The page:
Proton Calorimetry/Detector Analysis

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(Fitting QuARC Data)
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**The tenth argument "clean" is optional and can be used to replay photodiode data with previously measured background and calibration corrections.
**The tenth argument "clean" is optional and can be used to replay photodiode data with previously measured background and calibration corrections.
***The eleventh, argument is the folder the background and front and back shoot-through measurements are in. The remaining arguments are the filenames.
***The eleventh, argument is the folder the background and front and back shoot-through measurements are in. The remaining arguments are the filenames.
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==Fitting QuARC Data==
==Fitting QuARC Data==
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**The fifth argument is the beam energy in MeV, which is just used as a label for the plot.
**The fifth argument is the beam energy in MeV, which is just used as a label for the plot.
*The calibration and fitting scripts can be executed consecutively using the bash script <code>fit.sh</code>.
*The calibration and fitting scripts can be executed consecutively using the bash script <code>fit.sh</code>.
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===Useful literature===
===Useful literature===

Revision as of 11:06, 11 May 2021

This page contains information on the analysis code for the QuARC detector data.

Contents

Photodiode Data Processing

Details on how to acquire data from the DDC232 can be found here.

  • Data is saved in hexadecimal format where one line represents data of all photodiodes in the setup. Each DDC232 channel measurement is represented by 5 hexadecimal characters.
  • In any script analysing DDC232 data, each 5-character hex value is converted to an absolute decimal and then converted to a charge in pC. The zero-current offset is subtracted in the same step.
  • The photodiode-input-resistor maps ensure that the ordering of measurements represents the physical order of photodiodes/accounts for input summing.
    • As each photodiode is split across two inputs (as of rev. B), the 32 total measurements become 16 measurements, where inputs of the same photodiode are summed.
    • Practically, this makes the full-scale range twice that of what is set on the FPGA.

Photodiode Noise Analysis

  • The script analysis.cpp analyses DDC232 data to report the amount of external electronic noise present in the data. This is useful in determining the quality of the data.
  • To compile the script: g++ -o analysis analysis.cpp `root-config --cflags --glibs`
  • To execute the script: ./analysis 4 folder capture.txt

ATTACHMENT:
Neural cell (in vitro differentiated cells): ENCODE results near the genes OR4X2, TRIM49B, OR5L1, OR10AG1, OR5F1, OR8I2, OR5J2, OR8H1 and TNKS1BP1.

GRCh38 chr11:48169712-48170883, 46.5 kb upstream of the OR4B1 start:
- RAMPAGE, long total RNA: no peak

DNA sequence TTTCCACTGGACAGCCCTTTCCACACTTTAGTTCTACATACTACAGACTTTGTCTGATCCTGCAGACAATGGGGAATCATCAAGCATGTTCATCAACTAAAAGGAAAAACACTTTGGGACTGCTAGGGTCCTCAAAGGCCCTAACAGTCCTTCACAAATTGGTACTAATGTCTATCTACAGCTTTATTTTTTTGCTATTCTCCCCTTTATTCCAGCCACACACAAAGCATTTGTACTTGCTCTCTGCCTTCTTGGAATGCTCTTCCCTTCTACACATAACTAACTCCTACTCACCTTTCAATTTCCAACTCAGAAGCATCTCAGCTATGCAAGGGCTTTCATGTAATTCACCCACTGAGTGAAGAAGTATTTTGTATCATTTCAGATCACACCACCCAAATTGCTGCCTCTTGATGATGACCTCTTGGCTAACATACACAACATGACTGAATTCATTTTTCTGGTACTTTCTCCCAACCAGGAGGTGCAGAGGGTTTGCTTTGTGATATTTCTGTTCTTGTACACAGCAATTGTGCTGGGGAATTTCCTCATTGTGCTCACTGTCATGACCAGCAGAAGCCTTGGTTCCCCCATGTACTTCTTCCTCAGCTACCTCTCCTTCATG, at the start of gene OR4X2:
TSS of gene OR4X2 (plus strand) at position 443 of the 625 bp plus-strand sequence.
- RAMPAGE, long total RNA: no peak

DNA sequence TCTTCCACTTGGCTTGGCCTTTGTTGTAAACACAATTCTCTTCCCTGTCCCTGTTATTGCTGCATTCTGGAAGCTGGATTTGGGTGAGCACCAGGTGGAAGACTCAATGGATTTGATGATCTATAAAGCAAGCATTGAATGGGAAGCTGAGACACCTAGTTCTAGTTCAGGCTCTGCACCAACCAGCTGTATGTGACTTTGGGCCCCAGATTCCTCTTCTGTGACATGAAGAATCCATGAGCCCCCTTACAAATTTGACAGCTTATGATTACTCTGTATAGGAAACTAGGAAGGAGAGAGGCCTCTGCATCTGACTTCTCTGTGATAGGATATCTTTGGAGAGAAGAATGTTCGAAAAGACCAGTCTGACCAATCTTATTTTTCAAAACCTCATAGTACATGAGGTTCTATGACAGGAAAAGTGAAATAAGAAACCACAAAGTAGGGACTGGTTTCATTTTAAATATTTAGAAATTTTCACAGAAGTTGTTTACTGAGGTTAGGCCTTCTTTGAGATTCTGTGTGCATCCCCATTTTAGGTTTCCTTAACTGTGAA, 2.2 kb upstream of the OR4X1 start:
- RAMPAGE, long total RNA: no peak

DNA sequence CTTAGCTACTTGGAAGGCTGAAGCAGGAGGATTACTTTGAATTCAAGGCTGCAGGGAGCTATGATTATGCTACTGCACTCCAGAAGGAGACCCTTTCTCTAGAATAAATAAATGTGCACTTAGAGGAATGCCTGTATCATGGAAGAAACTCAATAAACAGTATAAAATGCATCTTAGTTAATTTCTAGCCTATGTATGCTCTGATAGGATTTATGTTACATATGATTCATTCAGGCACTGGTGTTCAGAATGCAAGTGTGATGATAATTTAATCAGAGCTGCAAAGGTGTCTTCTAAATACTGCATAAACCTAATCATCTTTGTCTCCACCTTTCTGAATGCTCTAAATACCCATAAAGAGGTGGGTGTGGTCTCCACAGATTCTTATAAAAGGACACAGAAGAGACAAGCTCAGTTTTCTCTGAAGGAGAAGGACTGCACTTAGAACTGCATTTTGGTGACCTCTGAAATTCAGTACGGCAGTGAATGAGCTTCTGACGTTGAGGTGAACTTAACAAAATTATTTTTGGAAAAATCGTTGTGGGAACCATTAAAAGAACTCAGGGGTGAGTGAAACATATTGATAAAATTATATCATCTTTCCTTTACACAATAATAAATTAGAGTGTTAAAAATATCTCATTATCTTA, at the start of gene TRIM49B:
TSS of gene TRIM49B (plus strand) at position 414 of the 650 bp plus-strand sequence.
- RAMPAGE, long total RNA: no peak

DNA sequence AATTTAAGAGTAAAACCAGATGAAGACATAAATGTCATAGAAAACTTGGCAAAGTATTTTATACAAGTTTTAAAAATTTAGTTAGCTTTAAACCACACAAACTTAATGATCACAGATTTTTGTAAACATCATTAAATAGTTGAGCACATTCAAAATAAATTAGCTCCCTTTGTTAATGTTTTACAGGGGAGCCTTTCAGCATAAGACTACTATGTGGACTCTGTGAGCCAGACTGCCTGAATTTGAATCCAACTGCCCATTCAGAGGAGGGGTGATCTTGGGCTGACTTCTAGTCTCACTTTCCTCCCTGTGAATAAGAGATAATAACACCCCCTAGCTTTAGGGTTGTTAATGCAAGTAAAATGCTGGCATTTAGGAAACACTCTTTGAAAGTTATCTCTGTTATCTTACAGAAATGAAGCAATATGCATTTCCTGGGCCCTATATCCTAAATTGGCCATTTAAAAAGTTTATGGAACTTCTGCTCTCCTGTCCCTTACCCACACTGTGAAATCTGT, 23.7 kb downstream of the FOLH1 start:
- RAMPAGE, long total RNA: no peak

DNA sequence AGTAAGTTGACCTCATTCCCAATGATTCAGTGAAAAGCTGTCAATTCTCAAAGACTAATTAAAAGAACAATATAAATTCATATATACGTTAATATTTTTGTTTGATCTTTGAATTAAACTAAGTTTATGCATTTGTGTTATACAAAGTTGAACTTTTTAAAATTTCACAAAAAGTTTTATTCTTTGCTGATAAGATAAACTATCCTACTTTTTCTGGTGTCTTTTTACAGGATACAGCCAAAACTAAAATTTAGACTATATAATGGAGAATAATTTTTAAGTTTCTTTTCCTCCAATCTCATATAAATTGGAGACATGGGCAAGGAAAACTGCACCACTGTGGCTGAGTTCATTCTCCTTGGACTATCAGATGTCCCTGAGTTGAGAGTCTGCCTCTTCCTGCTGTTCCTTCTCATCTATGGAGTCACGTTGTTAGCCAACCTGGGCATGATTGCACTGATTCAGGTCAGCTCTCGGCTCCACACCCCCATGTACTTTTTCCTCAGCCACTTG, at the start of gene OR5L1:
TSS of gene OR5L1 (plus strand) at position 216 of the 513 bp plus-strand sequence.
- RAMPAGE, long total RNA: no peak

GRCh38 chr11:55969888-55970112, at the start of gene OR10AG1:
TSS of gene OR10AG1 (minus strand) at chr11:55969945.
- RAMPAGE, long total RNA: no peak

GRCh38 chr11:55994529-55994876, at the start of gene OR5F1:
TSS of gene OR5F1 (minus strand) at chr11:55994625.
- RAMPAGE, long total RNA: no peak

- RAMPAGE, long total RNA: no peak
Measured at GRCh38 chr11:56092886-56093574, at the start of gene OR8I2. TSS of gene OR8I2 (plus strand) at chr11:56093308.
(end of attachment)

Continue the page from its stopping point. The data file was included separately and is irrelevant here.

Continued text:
• The first argument is the number of DDC232 boards.
    • The second argument is the folder containing the captured data.
    • The third argument is the name of the data file.
  • The script produces the following plots both by individual DDC232 channel and by photodiode (if summing is present):
    • Average value with standard deviation
    • Histogram
    • Time evolution graph (measured value against sample number)

Photodiode Replay

  • This script "replays" a previously acquired measurement, as if it were being captured at that moment.
  • To compile the script: g++ -o replay replay.cpp `root-config --cflags --glibs`
  • To execute the script: ./replay 2 350 0 170 50 capture.txt step/avg 50 100 (clean folder background.txt backST.txt frontST.txt)
    • The first argument is the number of DDC232 boards.
    • The second argument is the DDC232 FSR.
    • The third argument is a custom y-axis range (set to 0 for default).
    • The fourth argument is the DDC232 integration time.
    • The fifth argument is the target frame rate of the ROOT plot.
    • The sixth argument is the full path and name of the captured data.
    • The seventh argument is the mode: "step" or "avg".
      • Step replays each individual measurement at approximately the target frame rate. In this mode, the eighth and ninth arguments are the meausrement number to start and finish on respectively.
      • Avg replays an average of measurements along with a standard deviation. The number of measurements averaged in each frame is given by the eigth argument*1000 divided by the integration time. It represents the avergaing rate in Hz. The ninth argument is ignored in this mode.
    • The tenth argument "clean" is optional and can be used to replay photodiode data with previously measured background and calibration corrections.
      • The eleventh, argument is the folder the background and front and back shoot-through measurements are in. The remaining arguments are the filenames.

Fitting QuARC Data

  • To fit previously acquired photodiode data, the scripts calibrate.cpp and fit.cpp are used.
  • To compile the calibration script: g++ -o calibrate calibrate.cpp `root-config --cflags --glibs`
  • To execute the calibration script: ./calibrate 2 12.5 folder background.txt frontST.txt backST.txt data.txt
    • The first argument is the number of DDC232 boards.
    • The second argument is the DDC232 FSR.
    • The third argument is the folder containing the measurements.
    • The fourth, fifth, sixth and seventh argument are the filenames for the background, front and back shoot-through and proton beam measurements.
  • The output of this script is a file containing two lines: calibrated average photodiode values and standard deviations.
  • To compile the fitting script: g++ -o fit fit.cpp `root-config --cflags --glibs`